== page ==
an extra ephemeral hop during IP visits, making that circuit 8 hops long...

  XXX: Emphemeral hops for service side before RP?

  XXX: Really crazy idea: We can provide multiple path security levels.
  We could have full 4 hops, or combine Layer2+Layer3, or combine Layer1+Layer2
  and Layer3+Layer4 for lower-security HS circs..

  XXX: update the load balancing proposal with the outcome of this :/

  XXX how should proposal 241 ("Resisting guard-turnover attacks") be
      applied here?

2.1. Security parameters

  We set NUM_SECOND_GUARDS to 4 nodes and NUM_THIRD_GUARDS to 4 nodes (ie
  four sets of four). However, see Section 5.2 for some performance
  versus security tradeoffs and discussion.

  We set MIN_SECOND_GUARD_LIFETIME to 1 day, and
  MAX_SECOND_GUARD_LIFETIME to 32 days inclusive, for an average rotation
  rate of ~11 days, using the min(X,X) distribution specified in Section

  We set MIN_THIRD_GUARD_LIFETIME to 1 hour, and
  MAX_THIRD_GUARD_LIFETIME to 18 hours inclusive, for an average rotation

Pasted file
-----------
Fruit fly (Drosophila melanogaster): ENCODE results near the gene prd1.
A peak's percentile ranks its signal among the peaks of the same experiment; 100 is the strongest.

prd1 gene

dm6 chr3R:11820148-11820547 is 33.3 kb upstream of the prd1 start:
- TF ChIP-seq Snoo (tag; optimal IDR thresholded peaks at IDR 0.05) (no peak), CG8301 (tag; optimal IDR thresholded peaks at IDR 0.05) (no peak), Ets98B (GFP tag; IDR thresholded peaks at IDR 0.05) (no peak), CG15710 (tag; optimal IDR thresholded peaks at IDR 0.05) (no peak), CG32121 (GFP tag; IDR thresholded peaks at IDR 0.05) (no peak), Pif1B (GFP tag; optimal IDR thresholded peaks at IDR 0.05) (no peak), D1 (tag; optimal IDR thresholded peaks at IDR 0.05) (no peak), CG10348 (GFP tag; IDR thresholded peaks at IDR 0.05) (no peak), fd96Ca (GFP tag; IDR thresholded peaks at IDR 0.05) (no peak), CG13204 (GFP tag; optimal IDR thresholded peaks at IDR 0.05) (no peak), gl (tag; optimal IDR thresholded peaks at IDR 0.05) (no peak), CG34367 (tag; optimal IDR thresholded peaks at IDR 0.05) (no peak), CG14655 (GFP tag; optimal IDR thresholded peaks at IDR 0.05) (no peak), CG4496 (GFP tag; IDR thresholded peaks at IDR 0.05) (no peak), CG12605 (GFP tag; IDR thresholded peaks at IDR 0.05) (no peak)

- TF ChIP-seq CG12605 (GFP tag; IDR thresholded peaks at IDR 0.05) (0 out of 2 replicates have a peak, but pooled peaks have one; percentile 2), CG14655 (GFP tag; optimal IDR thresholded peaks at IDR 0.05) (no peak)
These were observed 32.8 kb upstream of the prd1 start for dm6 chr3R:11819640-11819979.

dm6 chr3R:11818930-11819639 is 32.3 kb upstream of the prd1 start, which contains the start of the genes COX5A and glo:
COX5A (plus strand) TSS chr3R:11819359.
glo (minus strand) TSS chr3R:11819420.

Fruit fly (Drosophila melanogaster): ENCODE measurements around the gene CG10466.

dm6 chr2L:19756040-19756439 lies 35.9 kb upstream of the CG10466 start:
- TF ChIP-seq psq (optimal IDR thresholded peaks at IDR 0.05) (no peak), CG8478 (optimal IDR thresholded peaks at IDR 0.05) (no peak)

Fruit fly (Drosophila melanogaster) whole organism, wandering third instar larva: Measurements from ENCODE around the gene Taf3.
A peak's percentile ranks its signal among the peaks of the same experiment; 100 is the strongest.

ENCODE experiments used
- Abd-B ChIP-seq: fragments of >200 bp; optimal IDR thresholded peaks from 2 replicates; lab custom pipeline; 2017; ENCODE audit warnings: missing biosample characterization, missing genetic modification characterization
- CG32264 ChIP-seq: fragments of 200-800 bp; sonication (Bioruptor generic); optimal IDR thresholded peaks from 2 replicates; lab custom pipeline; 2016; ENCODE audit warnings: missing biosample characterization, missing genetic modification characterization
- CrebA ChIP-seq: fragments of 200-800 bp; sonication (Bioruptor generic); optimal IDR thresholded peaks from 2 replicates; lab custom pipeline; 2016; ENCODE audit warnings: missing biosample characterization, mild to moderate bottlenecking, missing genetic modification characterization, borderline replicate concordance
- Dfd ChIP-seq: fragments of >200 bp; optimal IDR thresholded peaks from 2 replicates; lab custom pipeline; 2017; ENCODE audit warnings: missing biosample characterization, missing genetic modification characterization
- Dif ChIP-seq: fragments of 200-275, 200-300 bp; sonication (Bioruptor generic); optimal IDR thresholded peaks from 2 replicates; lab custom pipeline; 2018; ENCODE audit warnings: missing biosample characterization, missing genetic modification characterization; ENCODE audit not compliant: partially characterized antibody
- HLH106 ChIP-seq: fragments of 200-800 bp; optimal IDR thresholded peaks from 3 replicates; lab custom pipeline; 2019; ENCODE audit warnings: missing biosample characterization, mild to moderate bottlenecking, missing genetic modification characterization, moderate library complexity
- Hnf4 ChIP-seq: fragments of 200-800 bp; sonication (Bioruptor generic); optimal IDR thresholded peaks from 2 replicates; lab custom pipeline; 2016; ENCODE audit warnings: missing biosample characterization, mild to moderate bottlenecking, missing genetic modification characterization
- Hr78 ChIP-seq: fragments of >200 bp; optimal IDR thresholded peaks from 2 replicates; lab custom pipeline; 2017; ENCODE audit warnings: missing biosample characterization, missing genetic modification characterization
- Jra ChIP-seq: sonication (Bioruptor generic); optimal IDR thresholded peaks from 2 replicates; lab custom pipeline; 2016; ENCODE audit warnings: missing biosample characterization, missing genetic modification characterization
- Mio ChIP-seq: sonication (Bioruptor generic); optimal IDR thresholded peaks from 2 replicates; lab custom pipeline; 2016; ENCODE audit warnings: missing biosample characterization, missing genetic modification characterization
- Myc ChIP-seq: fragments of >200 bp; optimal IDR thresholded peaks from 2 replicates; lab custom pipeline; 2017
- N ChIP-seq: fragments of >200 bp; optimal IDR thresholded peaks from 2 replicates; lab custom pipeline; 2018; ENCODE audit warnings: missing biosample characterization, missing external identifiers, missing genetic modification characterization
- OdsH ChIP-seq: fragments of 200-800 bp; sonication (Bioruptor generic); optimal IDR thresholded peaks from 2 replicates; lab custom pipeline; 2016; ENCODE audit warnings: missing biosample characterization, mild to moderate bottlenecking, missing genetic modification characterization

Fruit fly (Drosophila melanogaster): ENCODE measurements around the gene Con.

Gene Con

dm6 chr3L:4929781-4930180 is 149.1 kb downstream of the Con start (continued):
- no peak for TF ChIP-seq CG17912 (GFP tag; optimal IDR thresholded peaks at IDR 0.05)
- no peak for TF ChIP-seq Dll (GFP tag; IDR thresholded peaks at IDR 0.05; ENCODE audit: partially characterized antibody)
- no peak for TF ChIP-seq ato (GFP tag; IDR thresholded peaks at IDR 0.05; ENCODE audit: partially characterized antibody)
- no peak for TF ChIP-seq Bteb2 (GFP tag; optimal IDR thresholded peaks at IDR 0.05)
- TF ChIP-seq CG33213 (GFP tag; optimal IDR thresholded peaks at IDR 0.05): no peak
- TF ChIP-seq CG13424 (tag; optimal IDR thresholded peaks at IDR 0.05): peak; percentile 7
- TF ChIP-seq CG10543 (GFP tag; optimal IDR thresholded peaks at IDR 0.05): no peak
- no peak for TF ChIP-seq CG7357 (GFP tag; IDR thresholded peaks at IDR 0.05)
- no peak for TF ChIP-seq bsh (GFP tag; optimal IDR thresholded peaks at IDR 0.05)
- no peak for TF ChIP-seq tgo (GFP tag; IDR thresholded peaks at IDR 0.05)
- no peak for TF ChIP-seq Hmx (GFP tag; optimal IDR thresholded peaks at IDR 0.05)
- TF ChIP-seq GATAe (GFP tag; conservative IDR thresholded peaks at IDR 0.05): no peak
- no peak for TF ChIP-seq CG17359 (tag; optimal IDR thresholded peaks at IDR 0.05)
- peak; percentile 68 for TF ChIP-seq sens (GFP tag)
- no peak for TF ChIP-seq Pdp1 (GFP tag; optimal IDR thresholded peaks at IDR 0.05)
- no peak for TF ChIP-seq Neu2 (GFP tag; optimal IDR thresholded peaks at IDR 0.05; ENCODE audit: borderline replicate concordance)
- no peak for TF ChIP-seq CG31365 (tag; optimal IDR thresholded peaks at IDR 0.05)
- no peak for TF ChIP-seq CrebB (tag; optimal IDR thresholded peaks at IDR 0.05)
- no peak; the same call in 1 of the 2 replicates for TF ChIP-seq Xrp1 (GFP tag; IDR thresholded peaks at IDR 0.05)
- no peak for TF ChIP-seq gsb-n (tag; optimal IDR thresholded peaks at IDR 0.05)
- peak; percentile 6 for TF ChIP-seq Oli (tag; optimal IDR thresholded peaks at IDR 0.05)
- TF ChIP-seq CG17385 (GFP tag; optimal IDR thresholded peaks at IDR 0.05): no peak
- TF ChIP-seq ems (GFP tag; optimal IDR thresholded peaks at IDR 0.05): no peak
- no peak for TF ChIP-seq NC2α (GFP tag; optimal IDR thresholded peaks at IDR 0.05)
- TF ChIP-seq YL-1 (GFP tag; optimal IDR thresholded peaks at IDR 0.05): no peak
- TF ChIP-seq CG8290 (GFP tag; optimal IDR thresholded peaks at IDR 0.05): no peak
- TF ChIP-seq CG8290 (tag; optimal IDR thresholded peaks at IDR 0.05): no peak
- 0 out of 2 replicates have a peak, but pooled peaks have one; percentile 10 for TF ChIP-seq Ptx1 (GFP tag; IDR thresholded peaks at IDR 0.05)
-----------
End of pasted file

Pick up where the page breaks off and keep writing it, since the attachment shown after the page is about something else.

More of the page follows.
rate of ~12 hours, using the max(X,X) distribution specified in Section

  The above parameters should be configurable in the Tor consensus and

  See Section 3 for more analysis on these constants.

3. Rationale and Security Parameter Selection

3.1. Threat model, Assumptions, and Goals

  Consider an adversary with the following powers:

     - Can launch a Sybil guard discovery attack against any node of a
       rendezvous circuit. The slower the rotation period of the node,
       the longer the attack takes. Similarly, the higher the percentage
       of the network is compromised, the faster the attack runs.

     - Can compromise any node on the network, but this compromise takes
       time and potentially even coercive action, and also carries risk
       of discovery.

  We also make the following assumptions about the types of attacks:

  1. A Sybil attack is observable by both people monitoring the network
     for large numbers of new nodes, as well as vigilant hidden service
     operators. It will require either large amounts of traffic sent
     towards the hidden service, multiple test circuits, or both.

  2. A Sybil attack against the second or first layer Guards will be
     more noisy than a Sybil attack against the third layer guard, since the
     second and first layer Sybil attack requires a timing side channel in
     order to determine success, whereas the Sybil success is almost
     immediately obvious to third layer guard, since it will be instructed